Usual suspects try again to cut the Gordian knot

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The future of the London Stock Exchange has kept some of the City of London’s leading advisers and corporate brokers busy for the last six years. Now, Nasdaq will help keep the fees flowing a little longer.

But the deal has turned into the City’s equivalent of the Gordian Knot with a succession of determined and talented bankers failing to splice it.

The latest investment banks to join the challenge are JP Morgan and Greenhill, which are helping Nasdaq with its attempt to buy the LSE.

For JP Morgan, this may cause a problem. Its London joint venture – JPMorgan Cazenove – is a long-standing corporate broker to the LSE.

However, it is understood that if LSE deems Nasdaq’s takeover attempt as unfriendly, JP Morgan will step down as adviser to Nasdaq, leaving JPMorgan Cazenove to carry on broker.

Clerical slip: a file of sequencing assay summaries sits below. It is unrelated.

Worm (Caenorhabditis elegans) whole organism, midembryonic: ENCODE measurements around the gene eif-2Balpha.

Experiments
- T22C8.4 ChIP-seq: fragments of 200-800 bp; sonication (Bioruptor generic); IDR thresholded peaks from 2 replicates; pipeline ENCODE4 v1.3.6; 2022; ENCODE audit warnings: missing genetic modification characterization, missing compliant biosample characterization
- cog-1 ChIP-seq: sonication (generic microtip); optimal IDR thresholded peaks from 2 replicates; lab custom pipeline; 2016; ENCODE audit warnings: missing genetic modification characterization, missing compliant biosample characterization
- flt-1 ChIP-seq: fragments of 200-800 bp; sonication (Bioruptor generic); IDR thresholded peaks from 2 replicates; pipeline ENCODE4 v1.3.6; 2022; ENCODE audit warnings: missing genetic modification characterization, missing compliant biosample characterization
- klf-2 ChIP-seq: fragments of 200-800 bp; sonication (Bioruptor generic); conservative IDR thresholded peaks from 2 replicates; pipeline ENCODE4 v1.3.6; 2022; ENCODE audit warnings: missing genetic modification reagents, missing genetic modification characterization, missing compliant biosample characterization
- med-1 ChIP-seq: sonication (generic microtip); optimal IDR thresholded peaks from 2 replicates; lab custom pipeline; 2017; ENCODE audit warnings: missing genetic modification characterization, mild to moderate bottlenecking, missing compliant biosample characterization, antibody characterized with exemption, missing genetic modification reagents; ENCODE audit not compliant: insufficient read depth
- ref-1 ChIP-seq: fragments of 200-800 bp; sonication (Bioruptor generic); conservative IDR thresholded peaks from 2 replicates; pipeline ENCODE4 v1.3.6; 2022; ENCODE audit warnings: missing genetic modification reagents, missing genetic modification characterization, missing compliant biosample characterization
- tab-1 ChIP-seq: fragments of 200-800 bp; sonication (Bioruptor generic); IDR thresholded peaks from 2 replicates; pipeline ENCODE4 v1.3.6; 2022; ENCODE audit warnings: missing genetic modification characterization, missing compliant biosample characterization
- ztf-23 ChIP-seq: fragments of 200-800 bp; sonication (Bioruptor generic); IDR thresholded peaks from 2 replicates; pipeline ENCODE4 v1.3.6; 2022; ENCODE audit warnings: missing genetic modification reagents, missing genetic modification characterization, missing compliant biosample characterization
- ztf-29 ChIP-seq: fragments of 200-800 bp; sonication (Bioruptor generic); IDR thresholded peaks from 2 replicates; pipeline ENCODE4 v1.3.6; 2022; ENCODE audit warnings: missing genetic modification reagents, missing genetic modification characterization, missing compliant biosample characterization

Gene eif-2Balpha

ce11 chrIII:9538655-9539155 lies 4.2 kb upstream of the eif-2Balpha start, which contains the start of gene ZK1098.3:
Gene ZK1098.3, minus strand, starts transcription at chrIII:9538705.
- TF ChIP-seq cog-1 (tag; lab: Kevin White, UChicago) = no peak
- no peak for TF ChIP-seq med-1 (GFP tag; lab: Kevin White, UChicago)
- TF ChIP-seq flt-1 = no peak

The bank has had to manage such conflicts before, for example over its roles in last year’s takeover of Manchester United: while Cazenove had long been United’s broker, JP Morgan financed the bid. The parent bank ceased acting for Malcolm Glazer, whose for the club was eventually successful, when the bid was deemed hostile, but it continued to finance the bid.

If JP Morgan does decide to step aside from its Nasdaq advisory role, it will be down to Greenhill to concoct a creative solution with enough clout to convince Matthew Greenburgh, head of financial institutions at Merrill Lynch, who has been leading the defence for the London Stock Exchange, to consider Nasdaq’s offers.

Mr Greenburgh is being supported by Stephen Fox and Anthony Fry of Lehman Brothers, as well as David Mayhew of JP Morgan Cazenove.

Caroline Silver, a financial institutions banker at Morgan Stanley, also made an appearance at the start of the LSE saga when she counselled Euronext on its attempt at sealing the deal.

Goldman Sachs, however, seems to have lost out in the long-running siege of the LSE. It had initially advised Werner Seifert in Deutsche Börse’s ill-fated takeover attempt. But when that failed, Simon Dingemans of Goldman advised Macquarie Bank of Australia on its unsuccessful hostile bid for the LSE.

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